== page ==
Privacy and data security professionals worldwide should circle September 1 on their calendars, as it’s the day Russia’s new data localization law goes into effect – and possibly generates major waves far beyond Russian shores. That’s because the law has significant implications for companies that collect personal information from Russian citizens, even if those companies do not have any physical presence within Russia. This post provides an overview of data localization laws generally, with a special focus on Russia’s law and its potential effects.
What are data localization laws?
Data localization laws generally mandate that certain types of data collected in a particular country be stored and/or processed within that country. In other words, those types of data governed by a country’s localization law cannot be transferred to another country for storage and processing – the data has to be stored or processed on servers located in that country. Data localization laws sometimes are referred to as “data sovereignty laws” because they reflect a particular country’s assertion of sovereignty over data originating in that country.
What issues do data localization laws raise?
Entities subject to data localization laws, such as multinational corporations that collect data within certain foreign jurisdictions, must be aware of, and figure out ways to comply with, those laws. Complying with data localization laws can be both complicated and costly. In practice, compliance may mean building and maintaining servers within that country, as well as segregating data collected from various countries to ensure that data subjects’ personal information is stored on servers within those subjects’ home countries, if required. Furthermore, and as detailed below, there is a great deal of variation in data localization laws worldwide, and companies must become familiar with the ins and outs of each individual law in order to achieve compliance.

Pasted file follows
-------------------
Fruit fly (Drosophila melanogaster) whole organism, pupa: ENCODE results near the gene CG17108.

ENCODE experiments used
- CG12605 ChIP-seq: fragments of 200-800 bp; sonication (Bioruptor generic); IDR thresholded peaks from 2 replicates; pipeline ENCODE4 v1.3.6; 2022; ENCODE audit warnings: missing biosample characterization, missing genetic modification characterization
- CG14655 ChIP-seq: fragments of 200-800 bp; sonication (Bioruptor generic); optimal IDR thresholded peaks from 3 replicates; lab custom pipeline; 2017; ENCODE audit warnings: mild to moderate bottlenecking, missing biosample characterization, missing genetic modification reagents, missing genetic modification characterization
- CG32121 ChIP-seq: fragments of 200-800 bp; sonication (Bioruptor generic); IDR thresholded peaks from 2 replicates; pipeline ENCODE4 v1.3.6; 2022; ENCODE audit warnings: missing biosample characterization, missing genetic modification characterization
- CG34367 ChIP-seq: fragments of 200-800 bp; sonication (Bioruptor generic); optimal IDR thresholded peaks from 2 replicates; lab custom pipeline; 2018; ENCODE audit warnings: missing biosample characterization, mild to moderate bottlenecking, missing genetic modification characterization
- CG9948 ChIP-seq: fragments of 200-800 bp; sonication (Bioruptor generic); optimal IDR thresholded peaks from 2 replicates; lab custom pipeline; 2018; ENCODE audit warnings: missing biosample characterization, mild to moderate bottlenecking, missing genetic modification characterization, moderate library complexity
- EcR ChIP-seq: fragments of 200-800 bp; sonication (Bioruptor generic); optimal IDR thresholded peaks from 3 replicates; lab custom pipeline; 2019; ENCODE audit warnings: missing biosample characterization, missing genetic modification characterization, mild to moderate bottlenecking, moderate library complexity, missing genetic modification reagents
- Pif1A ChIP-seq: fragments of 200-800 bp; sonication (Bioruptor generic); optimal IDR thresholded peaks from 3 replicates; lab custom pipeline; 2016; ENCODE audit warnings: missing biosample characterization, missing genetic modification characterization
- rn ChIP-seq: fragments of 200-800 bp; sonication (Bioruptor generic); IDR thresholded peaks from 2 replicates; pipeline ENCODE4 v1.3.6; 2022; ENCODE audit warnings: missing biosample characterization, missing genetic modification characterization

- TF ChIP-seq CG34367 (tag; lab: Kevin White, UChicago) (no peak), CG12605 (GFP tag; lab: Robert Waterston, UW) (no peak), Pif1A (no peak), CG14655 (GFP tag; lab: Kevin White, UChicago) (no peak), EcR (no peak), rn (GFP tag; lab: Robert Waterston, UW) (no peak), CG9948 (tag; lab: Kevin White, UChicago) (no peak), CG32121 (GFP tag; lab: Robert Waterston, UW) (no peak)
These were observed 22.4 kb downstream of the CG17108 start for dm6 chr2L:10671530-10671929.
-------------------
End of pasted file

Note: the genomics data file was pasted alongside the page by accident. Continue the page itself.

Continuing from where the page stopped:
Which countries have data localization laws?
A number of countries – including Canada, Indonesia, Nigeria, and South Korea – have data localization laws, but they differ in nature and scope. For example, at the Canadian provincial level, laws in British Columbia and Nova Scotia mandate that personal information held by certain public institutions must be stored and accessed exclusively within Canada, with a few exceptions. The Indonesian government requires those entities providing “public services” – a term which may be construed broadly – to maintain disaster recovery centers within Indonesia. Nigeria requires all government data to be hosted within Nigeria. A South Korean law has been interpreted to prohibit the storage of mapping data on servers outside South Korea, which means that it may be difficult for foreign visitors to use applications like Google Maps within that country. Additionally, Brazilian lawmakers considered implementing a data localization law that would require companies to store in Brazil data they collected from Brazilian users, but ultimately decided against it.